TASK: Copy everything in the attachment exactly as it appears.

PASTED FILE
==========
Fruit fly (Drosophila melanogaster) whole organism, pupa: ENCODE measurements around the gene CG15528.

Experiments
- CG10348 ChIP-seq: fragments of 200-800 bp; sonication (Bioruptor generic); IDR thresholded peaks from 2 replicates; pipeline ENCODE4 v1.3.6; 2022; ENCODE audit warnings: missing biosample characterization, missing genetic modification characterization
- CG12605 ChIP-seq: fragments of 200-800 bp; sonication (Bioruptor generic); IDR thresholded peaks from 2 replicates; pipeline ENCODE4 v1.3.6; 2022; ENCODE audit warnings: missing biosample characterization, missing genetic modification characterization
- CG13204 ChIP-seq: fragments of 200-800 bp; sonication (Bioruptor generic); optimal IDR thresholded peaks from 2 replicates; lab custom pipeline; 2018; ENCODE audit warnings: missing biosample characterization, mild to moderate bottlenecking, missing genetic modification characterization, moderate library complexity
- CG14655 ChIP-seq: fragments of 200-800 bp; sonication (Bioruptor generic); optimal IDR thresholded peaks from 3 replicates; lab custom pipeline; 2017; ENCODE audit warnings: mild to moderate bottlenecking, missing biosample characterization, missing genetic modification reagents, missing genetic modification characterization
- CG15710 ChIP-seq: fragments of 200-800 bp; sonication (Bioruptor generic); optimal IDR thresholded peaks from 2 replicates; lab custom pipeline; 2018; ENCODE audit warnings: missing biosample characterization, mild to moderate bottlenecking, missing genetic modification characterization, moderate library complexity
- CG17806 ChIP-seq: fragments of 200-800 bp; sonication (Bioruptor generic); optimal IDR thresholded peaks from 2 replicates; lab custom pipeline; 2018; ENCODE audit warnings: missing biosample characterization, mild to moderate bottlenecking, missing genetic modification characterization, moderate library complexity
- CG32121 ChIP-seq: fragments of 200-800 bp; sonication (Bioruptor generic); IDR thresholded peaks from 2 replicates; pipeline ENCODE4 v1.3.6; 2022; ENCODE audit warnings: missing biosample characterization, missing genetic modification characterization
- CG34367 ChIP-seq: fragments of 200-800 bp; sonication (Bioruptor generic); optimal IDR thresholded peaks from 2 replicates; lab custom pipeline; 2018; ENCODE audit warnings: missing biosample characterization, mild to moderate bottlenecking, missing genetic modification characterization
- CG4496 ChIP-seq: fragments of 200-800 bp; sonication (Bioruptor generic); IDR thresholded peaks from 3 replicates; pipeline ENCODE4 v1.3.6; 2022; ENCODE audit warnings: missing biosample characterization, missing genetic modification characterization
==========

Fruit fly (Drosophila melanogaster) whole organism, pupa: ENCODE measurements around the gene CG15528.

Experiments
- CG10348 ChIP-seq: fragments of 200-800 bp; sonication (Bioruptor generic); IDR thresholded peaks from 2 replicates; pipeline ENCODE4 v1.3.6; 2022; ENCODE audit warnings: missing biosample characterization, missing genetic modification characterization
- CG12605 ChIP-seq: fragments of 200-800 bp; sonication (Bioruptor generic); IDR thresholded peaks from 2 replicates; pipeline ENCODE4 v1.3.6; 2022; ENCODE audit warnings: missing biosample characterization, missing genetic modification characterization
- CG13204 ChIP-seq: fragments of 200-800 bp; sonication (Bioruptor generic); optimal IDR thresholded peaks from 2 replicates; lab custom pipeline; 2018; ENCODE audit warnings: missing biosample characterization, mild to moderate bottlenecking, missing genetic modification characterization, moderate library complexity
- CG14655 ChIP-seq: fragments of 200-800 bp; sonication (Bioruptor generic); optimal IDR thresholded peaks from 3 replicates; lab custom pipeline; 2017; ENCODE audit warnings: mild to moderate bottlenecking, missing biosample characterization, missing genetic modification reagents, missing genetic modification characterization
- CG15710 ChIP-seq: fragments of 200-800 bp; sonication (Bioruptor generic); optimal IDR thresholded peaks from 2 replicates; lab custom pipeline; 2018; ENCODE audit warnings: missing biosample characterization, mild to moderate bottlenecking, missing genetic modification characterization, moderate library complexity
- CG17806 ChIP-seq: fragments of 200-800 bp; sonication (Bioruptor generic); optimal IDR thresholded peaks from 2 replicates; lab custom pipeline; 2018; ENCODE audit warnings: missing biosample characterization, mild to moderate bottlenecking, missing genetic modification characterization, moderate library complexity
- CG32121 ChIP-seq: fragments of 200-800 bp; sonication (Bioruptor generic); IDR thresholded peaks from 2 replicates; pipeline ENCODE4 v1.3.6; 2022; ENCODE audit warnings: missing biosample characterization, missing genetic modification characterization
- CG34367 ChIP-seq: fragments of 200-800 bp; sonication (Bioruptor generic); optimal IDR thresholded peaks from 2 replicates; lab custom pipeline; 2018; ENCODE audit warnings: missing biosample characterization, mild to moderate bottlenecking, missing genetic modification characterization
- CG4496 ChIP-seq: fragments of 200-800 bp; sonication (Bioruptor generic); IDR thresholded peaks from 3 replicates; pipeline ENCODE4 v1.3.6; 2022; ENCODE audit warnings: missing biosample characterization, missing genetic modification characterization